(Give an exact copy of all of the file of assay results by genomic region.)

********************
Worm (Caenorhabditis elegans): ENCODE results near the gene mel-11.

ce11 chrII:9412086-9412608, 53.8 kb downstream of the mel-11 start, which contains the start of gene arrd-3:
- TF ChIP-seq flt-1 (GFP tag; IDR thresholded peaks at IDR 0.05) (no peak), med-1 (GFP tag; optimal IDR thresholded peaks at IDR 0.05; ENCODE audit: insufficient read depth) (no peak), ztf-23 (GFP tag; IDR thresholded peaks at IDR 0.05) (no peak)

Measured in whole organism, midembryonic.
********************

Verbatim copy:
Worm (Caenorhabditis elegans): ENCODE results near the gene mel-11.

ce11 chrII:9412086-9412608, 53.8 kb downstream of the mel-11 start, which contains the start of gene arrd-3:
- TF ChIP-seq flt-1 (GFP tag; IDR thresholded peaks at IDR 0.05) (no peak), med-1 (GFP tag; optimal IDR thresholded peaks at IDR 0.05; ENCODE audit: insufficient read depth) (no peak), ztf-23 (GFP tag; IDR thresholded peaks at IDR 0.05) (no peak)

Measured in whole organism, midembryonic.